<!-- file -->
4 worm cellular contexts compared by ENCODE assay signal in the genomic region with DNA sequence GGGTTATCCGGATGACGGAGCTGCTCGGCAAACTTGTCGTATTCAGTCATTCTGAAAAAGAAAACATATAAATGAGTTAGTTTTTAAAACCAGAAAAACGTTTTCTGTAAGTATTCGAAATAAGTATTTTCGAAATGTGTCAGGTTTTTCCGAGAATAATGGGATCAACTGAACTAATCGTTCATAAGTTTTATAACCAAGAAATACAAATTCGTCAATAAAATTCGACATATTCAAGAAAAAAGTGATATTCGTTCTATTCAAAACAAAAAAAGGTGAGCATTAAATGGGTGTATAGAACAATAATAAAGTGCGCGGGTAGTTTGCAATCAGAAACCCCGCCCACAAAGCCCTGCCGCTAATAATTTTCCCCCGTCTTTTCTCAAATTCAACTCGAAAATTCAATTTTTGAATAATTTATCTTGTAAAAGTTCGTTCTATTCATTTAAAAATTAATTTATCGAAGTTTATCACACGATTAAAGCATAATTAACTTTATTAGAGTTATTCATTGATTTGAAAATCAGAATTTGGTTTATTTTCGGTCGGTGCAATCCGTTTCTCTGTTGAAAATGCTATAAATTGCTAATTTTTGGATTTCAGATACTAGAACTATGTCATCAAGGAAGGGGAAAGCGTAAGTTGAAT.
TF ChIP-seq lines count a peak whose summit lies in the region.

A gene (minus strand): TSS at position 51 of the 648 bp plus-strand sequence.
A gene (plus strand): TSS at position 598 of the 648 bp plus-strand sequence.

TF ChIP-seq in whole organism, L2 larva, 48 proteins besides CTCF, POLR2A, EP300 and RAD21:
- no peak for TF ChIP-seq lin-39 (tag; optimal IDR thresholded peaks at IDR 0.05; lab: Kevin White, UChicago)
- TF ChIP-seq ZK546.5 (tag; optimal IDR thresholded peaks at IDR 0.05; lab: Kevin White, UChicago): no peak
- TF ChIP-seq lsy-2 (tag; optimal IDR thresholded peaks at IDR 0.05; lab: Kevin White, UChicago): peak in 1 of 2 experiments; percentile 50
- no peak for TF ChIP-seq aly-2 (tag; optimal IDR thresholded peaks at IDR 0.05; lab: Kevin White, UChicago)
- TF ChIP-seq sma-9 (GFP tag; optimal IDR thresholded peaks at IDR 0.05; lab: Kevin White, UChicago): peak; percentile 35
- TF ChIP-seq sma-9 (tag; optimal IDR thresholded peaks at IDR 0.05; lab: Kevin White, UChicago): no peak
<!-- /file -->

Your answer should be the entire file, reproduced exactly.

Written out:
4 worm cellular contexts compared by ENCODE assay signal in the genomic region with DNA sequence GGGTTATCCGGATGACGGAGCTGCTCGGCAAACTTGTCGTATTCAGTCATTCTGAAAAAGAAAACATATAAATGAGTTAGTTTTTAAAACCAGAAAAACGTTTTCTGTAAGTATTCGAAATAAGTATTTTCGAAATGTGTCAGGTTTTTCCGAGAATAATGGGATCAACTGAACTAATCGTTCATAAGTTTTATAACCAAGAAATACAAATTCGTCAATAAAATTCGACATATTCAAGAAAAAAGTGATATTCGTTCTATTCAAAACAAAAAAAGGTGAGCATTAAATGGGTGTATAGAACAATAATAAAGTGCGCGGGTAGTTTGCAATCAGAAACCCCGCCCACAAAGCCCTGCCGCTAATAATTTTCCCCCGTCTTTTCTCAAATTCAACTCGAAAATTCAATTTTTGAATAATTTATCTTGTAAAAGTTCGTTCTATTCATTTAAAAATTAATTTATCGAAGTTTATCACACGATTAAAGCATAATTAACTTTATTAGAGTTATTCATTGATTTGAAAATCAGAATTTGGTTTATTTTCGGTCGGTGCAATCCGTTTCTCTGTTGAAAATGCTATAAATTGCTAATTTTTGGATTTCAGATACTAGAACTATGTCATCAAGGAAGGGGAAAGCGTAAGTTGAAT.
TF ChIP-seq lines count a peak whose summit lies in the region.

A gene (minus strand): TSS at position 51 of the 648 bp plus-strand sequence.
A gene (plus strand): TSS at position 598 of the 648 bp plus-strand sequence.

TF ChIP-seq in whole organism, L2 larva, 48 proteins besides CTCF, POLR2A, EP300 and RAD21:
- no peak for TF ChIP-seq lin-39 (tag; optimal IDR thresholded peaks at IDR 0.05; lab: Kevin White, UChicago)
- TF ChIP-seq ZK546.5 (tag; optimal IDR thresholded peaks at IDR 0.05; lab: Kevin White, UChicago): no peak
- TF ChIP-seq lsy-2 (tag; optimal IDR thresholded peaks at IDR 0.05; lab: Kevin White, UChicago): peak in 1 of 2 experiments; percentile 50
- no peak for TF ChIP-seq aly-2 (tag; optimal IDR thresholded peaks at IDR 0.05; lab: Kevin White, UChicago)
- TF ChIP-seq sma-9 (GFP tag; optimal IDR thresholded peaks at IDR 0.05; lab: Kevin White, UChicago): peak; percentile 35
- TF ChIP-seq sma-9 (tag; optimal IDR thresholded peaks at IDR 0.05; lab: Kevin White, UChicago): no peak